AUGHAFATTEN, Northern Ireland — Some old tractors are parked behind hedges once their useful working life is over. Others are dismantled and sold on for parts.
Thanks to the rapid pace of technology, tractors are retired at younger ages these days, quickly being replaced by fresher younger models. But thankfully there is a growing trend of preserving older tractors for the generations to come, saving them from the tractor graveyard.
Northern Ireland is steeped in agricultural history and is famous for the development of the Ferguson tractor and its associates. It was a great revolution when actual horse power was being phased out. With the Ferguson tractor farmers were experiencing the latest in what was new technology of the era.
That was the case for the Millar family from Aughafatten just outside Broughshane in County Antrim. Sadly a horse that had traditionally done most of the work on the Millar farm had passed away — so the decision was made to replace it with a tractor.
“My late grandfather William Millar bought a new Ford Ferguson tractor in 1944,” said Brian Millar, whose father, Samuel Millar, is the current tractor owner. “The tractor was bought because a horse had died on the farm and he needed something to replace it with, this time a mechanical version.”
Because horse-drawn implements were not suitable to be attached to tractors, a range of tractor implements were available. William Millar bought the Ford Ferguson with a plow and a potato planter as well.
“The tractor and plough cost £260 (about USD$316) when new 75 years ago from the dealer R Allen and Sons based on Wellington Street in the nearby market town of Ballymena,” Brian Millar said. “The tractor originally came on steel wheels, which we still have, along with heavy stakes and spade. Later on they were changed to rubber tires with a single rib on the front and Dunlop tires on the rear. The rear rims are known as the Belfast rim. Also the wheels’ back rims were made by the famous Belfast engineering company Harland and Wolff.”
Through the years the Millars used their Ford Ferguson for plowing the fields and planting potatoes with a bell planter. Since then the Ford Ferguson tractor has been restored twice — once back in 1986 and then resprayed again in 2015.
“We wanted to preserve the tractor as it played such a historical significance on our farm, so we gave it a full restoration from top to bottom in 1986,” Millar said. “Then in 2015 we were approached by the organizers of a local show being held at Greenmount Agricultural College in Antrim, who wanted to use our tractor and plow as a display piece.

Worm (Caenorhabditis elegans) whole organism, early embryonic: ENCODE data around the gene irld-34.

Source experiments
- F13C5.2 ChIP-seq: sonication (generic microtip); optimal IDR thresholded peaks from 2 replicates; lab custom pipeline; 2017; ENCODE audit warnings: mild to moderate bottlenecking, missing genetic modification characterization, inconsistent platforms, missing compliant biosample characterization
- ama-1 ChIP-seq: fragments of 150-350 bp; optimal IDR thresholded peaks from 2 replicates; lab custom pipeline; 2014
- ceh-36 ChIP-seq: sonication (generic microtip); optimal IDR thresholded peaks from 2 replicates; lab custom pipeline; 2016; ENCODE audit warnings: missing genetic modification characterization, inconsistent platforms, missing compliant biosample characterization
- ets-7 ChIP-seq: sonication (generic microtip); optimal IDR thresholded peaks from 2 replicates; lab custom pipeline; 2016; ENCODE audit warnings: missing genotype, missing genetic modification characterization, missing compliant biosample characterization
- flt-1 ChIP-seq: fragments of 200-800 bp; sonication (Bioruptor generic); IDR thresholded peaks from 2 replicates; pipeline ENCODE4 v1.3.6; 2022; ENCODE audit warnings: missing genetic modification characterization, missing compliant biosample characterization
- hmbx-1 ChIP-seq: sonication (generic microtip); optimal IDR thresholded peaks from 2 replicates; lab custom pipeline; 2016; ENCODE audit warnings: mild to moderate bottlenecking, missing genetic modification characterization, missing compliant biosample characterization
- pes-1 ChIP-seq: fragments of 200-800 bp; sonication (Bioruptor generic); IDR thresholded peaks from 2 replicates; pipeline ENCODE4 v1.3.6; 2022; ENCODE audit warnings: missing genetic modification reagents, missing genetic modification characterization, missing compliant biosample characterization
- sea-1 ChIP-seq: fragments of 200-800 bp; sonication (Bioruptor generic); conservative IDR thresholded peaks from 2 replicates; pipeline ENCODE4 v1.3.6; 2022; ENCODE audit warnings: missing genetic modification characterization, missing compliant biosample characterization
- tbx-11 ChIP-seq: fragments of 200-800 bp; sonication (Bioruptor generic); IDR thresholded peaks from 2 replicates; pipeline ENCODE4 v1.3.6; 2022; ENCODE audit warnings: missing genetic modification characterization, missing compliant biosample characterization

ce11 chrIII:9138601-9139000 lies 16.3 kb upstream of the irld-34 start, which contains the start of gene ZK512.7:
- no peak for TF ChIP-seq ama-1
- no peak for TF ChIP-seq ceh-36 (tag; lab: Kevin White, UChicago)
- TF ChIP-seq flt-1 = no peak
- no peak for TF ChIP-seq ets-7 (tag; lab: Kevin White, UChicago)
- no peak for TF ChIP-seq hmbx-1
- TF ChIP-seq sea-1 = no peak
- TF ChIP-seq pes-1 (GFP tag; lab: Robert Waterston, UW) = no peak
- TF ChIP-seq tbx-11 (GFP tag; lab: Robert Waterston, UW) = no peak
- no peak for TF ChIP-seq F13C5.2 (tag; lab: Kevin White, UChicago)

“Whilst we agreed, when we took the tractor and plow out of its winter storage we thought it didn’t just look so impressive. So a total respray was then carried out ahead of the show. As it happens, this turned out to be a very quick turnaround as the tractor was sandblasted on a Tuesday, then resprayed and was sitting pride of place at the show on the Friday evening.
“This tractor was also converted to 12 volt, which makes it very easy to start. There were a few late nights that week I recall but all were worth the effort as the Ford Ferguson tractor and plow were displayed very well there.
“In the past the tractor was used for plowing, potato dropping and general farm use. These days the tractor is a family heirloom and is part of our collection of older tractors and implements. We take this particular tractor to shows around both Northern Ireland and the Republic of Ireland. It’s in real good condition, albeit with two very small oil leaks to repair.
“This is, however, at the end of a long list of other restoration projects we have to complete.”
In 2018 Brian and Sammy Millar took the tractor to a “spark plug” tractor run hosted by a local vintage club, the Braid Valley Vintage Enthusiasts, of which the pair are members.
This year, together with the Ford Ferguson’s stable mates — including a Ferguson Brown, a continental Ferguson and a diesel Ferguson — the Millars are attending a number of vintage-tractor events and rallies.
“It’s good to take the tractors out every now and then,” Brian Millar said. “These Fergusons are very much part of our history and we need to preserve them for as long as possible.”
With 16 years experience behind him, award-winning agricultural journalist Chris McCullough is always on the hunt for his next story. He grew up on the family dairy farm in the heart of Northern Ireland and is based on the country’s east coast. He travels around the world to bring readers international news.